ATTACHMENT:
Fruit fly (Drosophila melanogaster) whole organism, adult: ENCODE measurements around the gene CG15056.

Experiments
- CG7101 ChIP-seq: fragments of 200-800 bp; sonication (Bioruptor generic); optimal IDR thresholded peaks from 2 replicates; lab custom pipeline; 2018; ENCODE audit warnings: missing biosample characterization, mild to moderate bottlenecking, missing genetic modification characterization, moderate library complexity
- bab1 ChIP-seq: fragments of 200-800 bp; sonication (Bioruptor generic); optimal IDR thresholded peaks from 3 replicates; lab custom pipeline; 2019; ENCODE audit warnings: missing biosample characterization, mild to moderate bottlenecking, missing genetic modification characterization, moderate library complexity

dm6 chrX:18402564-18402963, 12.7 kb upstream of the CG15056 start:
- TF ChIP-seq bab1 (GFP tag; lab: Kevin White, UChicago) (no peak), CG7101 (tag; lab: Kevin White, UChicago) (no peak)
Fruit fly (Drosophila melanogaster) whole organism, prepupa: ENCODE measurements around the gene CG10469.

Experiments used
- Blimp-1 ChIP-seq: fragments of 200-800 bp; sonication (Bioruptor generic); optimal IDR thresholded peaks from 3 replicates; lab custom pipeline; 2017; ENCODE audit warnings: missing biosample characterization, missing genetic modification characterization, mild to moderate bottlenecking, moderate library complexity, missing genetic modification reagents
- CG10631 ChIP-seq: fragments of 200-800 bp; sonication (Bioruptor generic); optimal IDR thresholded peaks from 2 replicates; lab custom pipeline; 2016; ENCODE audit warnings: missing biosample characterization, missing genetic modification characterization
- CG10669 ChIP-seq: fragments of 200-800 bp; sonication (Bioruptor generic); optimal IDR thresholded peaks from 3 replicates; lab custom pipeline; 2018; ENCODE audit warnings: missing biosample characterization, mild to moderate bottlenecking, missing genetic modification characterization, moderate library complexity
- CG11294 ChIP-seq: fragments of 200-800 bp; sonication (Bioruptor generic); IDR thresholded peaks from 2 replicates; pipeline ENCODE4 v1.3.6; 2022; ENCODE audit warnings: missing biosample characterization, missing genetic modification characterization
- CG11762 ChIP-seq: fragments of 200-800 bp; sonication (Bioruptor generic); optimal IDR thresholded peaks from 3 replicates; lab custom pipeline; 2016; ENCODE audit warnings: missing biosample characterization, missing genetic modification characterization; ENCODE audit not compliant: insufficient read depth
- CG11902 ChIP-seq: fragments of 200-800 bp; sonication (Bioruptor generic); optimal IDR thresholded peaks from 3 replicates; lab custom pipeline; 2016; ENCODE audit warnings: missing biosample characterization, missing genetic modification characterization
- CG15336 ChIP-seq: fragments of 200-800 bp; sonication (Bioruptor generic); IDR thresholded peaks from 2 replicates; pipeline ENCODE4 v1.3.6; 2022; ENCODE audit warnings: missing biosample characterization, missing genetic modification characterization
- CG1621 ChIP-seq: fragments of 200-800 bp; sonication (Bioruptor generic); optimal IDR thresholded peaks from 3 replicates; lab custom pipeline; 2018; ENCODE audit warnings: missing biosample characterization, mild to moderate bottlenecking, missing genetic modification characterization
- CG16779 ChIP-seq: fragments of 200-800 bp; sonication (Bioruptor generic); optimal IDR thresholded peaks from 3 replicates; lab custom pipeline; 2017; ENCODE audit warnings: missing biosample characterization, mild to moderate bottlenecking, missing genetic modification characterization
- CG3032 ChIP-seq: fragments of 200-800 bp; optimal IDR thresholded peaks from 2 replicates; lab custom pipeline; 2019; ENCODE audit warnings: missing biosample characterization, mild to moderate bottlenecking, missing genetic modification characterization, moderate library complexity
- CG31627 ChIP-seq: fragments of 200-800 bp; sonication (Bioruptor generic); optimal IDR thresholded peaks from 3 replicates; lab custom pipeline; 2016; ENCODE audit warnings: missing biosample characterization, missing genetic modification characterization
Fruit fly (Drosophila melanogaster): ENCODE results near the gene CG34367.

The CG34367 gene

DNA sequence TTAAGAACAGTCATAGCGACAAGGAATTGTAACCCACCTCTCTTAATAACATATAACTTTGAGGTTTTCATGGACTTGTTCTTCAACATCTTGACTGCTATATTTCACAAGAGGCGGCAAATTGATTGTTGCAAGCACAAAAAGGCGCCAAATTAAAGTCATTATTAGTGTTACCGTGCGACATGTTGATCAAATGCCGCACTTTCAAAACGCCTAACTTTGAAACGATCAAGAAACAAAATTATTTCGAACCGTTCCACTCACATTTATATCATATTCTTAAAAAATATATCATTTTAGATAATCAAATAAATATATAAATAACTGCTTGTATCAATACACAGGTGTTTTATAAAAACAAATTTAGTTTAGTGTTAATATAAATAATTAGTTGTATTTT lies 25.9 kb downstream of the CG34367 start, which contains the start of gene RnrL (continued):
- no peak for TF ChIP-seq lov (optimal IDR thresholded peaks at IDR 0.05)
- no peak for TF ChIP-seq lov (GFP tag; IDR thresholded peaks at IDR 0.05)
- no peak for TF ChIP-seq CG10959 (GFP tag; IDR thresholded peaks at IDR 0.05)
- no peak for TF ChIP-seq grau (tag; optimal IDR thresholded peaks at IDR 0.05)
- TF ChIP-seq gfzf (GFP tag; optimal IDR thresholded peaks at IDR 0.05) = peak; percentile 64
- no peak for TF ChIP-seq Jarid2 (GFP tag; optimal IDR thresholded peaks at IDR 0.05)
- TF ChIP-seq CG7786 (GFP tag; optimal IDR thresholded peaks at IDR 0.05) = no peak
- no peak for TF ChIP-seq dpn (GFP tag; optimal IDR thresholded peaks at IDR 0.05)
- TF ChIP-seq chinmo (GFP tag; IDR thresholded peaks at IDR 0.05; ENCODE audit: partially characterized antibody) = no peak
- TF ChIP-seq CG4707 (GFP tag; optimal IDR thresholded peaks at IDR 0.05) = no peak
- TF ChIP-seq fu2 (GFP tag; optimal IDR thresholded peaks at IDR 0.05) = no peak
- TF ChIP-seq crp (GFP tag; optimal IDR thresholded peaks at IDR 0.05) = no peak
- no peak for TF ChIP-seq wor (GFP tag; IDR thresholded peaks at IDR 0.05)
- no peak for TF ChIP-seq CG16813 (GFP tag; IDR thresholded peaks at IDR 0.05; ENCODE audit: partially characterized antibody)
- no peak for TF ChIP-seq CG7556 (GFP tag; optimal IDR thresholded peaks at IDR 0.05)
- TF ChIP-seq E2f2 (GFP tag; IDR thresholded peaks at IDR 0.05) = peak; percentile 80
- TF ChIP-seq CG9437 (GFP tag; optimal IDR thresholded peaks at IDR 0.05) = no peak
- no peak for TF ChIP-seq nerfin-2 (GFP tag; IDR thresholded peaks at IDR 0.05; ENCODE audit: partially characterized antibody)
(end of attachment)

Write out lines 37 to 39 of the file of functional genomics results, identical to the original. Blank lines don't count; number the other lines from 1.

- no peak for TF ChIP-seq CG7556 (GFP tag; optimal IDR thresholded peaks at IDR 0.05)
- TF ChIP-seq E2f2 (GFP tag; IDR thresholded peaks at IDR 0.05) = peak; percentile 80
- TF ChIP-seq CG9437 (GFP tag; optimal IDR thresholded peaks at IDR 0.05) = no peak